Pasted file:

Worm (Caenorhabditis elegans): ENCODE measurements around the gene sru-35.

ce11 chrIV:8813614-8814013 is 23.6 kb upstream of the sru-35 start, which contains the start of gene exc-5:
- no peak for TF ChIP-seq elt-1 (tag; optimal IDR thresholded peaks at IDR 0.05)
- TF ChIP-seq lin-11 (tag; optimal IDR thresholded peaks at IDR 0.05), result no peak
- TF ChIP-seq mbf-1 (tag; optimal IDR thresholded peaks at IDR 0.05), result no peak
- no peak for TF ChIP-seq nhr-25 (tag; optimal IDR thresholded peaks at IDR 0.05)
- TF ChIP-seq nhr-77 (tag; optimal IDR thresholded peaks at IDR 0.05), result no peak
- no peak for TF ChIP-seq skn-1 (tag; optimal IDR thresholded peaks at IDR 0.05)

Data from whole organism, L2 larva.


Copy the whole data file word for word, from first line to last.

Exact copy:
Worm (Caenorhabditis elegans): ENCODE measurements around the gene sru-35.

ce11 chrIV:8813614-8814013 is 23.6 kb upstream of the sru-35 start, which contains the start of gene exc-5:
- no peak for TF ChIP-seq elt-1 (tag; optimal IDR thresholded peaks at IDR 0.05)
- TF ChIP-seq lin-11 (tag; optimal IDR thresholded peaks at IDR 0.05), result no peak
- TF ChIP-seq mbf-1 (tag; optimal IDR thresholded peaks at IDR 0.05), result no peak
- no peak for TF ChIP-seq nhr-25 (tag; optimal IDR thresholded peaks at IDR 0.05)
- TF ChIP-seq nhr-77 (tag; optimal IDR thresholded peaks at IDR 0.05), result no peak
- no peak for TF ChIP-seq skn-1 (tag; optimal IDR thresholded peaks at IDR 0.05)

Data from whole organism, L2 larva.